• It provides such a affect that all may hear and fear and not act presumptuously

When one looks at the sacrifice of Christ, considering His perfection, His Divinity, His beloved status as the Son of God, His infinite value, His position as Lord of men and angels, His selflessness toward the human race, together with His compassion and wisdom, we see God’s supreme regard for His law. No sin will be forgiven without the sinner first looking upon Son of God raised up on the cross, just as no Israelite was healed unless he looked upon the bronze serpent on the pole. God requires that we gaze upon the bloodied Son of God that we might know that this forgiveness is not given at the expense of the law. This forgiveness is not free. It was purchased at a great price. 

The atonement was designed to have such an effect upon the observer that he might fully understand God’s hatred for sin and regard for His law. The requirement to ‘believe on the Lord Jesus’ places all eyes upon the sacrifice of the Son of God, much in the same way that the Hebrew had to place his hand on the head of the animal he was about to slay. As he watch the blood spill out of the innocent and perfect animal he could be certain that God was not dispensing with His law in His offer of forgiveness, nor was He belittling the seriousness of sin. So we, when we look upon the sufferings of Christ, when we see His humiliation, when we meditate upon His chastisements, when we see Him willingly carry His cross to die thereupon, and when we consider that God has declared that except by His blood, no man can be saved, we can be assured that God does not look lightly upon sin. 

Charles Finney, the great and famed revivalist, in writing on the atonement, says this:

Whatever will as fully evince the lawgiver’s regard for his law, his determination to support it, his abhorrence of all violations of its precepts, and withal guard as effectually against the inference, that violators of the precept might expect to escape with impunity, as the execution of the penalty would do, is a full satisfaction of public justice. – Lectures on Systematic Theology, Chapter 34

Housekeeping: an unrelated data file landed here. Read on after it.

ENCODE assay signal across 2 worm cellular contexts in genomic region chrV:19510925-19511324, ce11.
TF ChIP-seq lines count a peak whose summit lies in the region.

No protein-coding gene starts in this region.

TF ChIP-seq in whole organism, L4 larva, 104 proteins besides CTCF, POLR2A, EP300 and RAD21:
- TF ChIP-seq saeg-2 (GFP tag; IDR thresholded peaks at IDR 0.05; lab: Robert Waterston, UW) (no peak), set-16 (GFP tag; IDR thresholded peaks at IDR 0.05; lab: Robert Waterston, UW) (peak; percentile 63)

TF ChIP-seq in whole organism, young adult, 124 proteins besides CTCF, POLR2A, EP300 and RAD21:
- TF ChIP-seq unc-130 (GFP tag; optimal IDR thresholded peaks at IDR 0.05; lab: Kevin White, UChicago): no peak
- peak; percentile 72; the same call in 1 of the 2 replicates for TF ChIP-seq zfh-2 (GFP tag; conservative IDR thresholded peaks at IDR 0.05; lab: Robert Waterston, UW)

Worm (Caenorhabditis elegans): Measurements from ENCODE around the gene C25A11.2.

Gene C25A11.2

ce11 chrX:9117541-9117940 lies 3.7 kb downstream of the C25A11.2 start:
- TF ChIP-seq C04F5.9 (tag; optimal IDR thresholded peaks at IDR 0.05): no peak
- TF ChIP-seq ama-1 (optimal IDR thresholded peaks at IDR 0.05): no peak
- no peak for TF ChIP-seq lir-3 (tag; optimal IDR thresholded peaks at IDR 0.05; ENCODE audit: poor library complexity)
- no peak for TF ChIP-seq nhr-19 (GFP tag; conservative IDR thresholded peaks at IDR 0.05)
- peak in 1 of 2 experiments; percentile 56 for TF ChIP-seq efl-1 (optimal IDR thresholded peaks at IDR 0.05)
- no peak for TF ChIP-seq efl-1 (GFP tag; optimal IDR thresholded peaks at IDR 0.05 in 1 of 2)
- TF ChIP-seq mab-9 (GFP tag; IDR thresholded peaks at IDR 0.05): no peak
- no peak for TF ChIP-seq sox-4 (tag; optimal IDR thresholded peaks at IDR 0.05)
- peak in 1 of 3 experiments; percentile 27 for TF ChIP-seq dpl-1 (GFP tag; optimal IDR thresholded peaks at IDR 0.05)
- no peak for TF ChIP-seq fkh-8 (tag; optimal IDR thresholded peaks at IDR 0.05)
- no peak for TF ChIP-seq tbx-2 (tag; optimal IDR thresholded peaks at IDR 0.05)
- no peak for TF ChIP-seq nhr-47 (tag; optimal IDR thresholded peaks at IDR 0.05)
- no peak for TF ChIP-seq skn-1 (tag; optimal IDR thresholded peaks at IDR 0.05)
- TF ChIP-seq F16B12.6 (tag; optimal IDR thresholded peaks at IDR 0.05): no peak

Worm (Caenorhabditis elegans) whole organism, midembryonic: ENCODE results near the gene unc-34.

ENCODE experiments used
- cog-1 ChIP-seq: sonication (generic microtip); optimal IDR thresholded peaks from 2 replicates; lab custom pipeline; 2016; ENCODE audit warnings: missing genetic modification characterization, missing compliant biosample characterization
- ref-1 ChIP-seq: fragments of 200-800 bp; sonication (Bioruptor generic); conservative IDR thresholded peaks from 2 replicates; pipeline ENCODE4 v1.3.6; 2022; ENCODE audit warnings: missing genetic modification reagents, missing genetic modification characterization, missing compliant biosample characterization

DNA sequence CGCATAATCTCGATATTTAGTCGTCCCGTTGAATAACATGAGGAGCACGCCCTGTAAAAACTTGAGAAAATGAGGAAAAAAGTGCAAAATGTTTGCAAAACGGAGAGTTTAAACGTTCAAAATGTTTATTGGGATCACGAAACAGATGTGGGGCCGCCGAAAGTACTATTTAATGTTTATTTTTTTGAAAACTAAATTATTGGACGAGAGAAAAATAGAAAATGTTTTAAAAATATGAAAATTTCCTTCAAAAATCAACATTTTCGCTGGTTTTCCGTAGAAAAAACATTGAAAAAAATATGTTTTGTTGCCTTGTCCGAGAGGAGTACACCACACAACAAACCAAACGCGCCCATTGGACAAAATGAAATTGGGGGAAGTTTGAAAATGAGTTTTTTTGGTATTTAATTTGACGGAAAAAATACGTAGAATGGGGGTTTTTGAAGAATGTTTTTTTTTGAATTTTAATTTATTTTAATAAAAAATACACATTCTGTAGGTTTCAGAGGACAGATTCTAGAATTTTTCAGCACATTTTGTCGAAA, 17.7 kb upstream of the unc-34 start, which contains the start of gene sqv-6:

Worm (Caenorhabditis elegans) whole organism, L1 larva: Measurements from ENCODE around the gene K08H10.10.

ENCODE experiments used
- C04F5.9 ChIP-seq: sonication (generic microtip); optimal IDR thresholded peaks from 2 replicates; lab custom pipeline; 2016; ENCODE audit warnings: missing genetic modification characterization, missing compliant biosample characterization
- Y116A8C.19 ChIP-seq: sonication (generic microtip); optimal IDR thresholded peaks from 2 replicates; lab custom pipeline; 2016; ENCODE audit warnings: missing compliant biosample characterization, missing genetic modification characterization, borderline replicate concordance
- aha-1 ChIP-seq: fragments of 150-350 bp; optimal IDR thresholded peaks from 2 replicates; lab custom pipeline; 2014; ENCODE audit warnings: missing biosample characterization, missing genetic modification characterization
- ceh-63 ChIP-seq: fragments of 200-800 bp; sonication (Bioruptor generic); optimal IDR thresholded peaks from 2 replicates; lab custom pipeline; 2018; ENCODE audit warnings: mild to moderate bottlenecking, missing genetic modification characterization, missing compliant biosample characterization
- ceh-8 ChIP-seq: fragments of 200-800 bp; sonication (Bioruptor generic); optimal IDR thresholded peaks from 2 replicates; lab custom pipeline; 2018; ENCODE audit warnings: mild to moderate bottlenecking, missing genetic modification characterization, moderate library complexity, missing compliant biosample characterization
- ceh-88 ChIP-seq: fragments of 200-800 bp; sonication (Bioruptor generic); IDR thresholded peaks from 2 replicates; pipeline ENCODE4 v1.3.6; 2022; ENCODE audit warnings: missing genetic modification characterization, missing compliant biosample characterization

And for sake of illustration, John Miley, a prominent nineteenth century Methodist theologian, in his book, “The Atonement in Christ,” relayed a story that serves as a fine picture of how the atonement works. He relates the supposed true story of a Greek king named Zaleucus. In his kingdom, this king enacted a law that punished adulterers with the gouging out of both eyes. However, it came to be that his son was one day found to be guilty of committing adultery. Here, the king was faced with a difficult choice. Would he uphold the law and carry out the punishment upon his son? Or would he risk undermining his law for the sake of his son’s eyes?

It is often stated in our day that it seems that there is one law for those in power and another for the common people. Of course, this is not something exclusive to our day. It has always been that those with power, money, and/or influence use it for the sake of impunity. This, of course, is terribly unjust and can lead to unrest and many other evils. King Zaleucus, knowing this, sought a different way to spare his son’s sight. In an unprecedented act, the king declared that for the sake of his son, he would gouge out one of his own eyes. That is, one of the son’s eyes would be gouged out and one of the king’s.

Think now of the affect that this action would have had upon the community. Would they think that the king was abusing his power? Would they think that the king was disregarding his law? No, the opposite would be true. They would marvel that the king (the king!) would be willing to suffer in such a way to uphold his own law. They could be assured that the king is not willing to dispose of his law, not even for his own son.

They would also marvel at the king’s love for his son.

Of course, this is not a one for one illustration of the Atonement, but the general idea is the same. The king’s act of willing suffering served the purpose of upholding the law. It wouldn’t have worked if the king ordered someone else’s eye gouged out for his son. The opposite effect would have been had. But the suffering of the king himself, considering his power and position, brought about great affect. In fact, this act of suffering for his son would likely have bolstered the respect of this king further than it had ever been. “What a king!,” the people likely exclaimed, “not only does he regard his law, but look how he loves his son!”

Even so, when we look at the work of Christ, we also can say, “What a King! He not only regards His law, but look how great His love is for us!”

The Atonement of Christ is a masterful work of remarkable wisdom. God, being just and perfect, made a way to exercise His great desire for mercy, yet uphold the strength of His law. Thinking about it causes me to declare with Paul, Oh, the depth of the riches both of the wisdom and knowledge of God! How unsearchable are His judgments and His ways past finding out!

One thought on “How the Atonement Substitutes Punishment

Leave a Reply

Fill in your details below or click an icon to log in: Logo

You are commenting using your account. Log Out /  Change )

Twitter picture

You are commenting using your Twitter account. Log Out /  Change )

Facebook photo

You are commenting using your Facebook account. Log Out /  Change )

Connecting to %s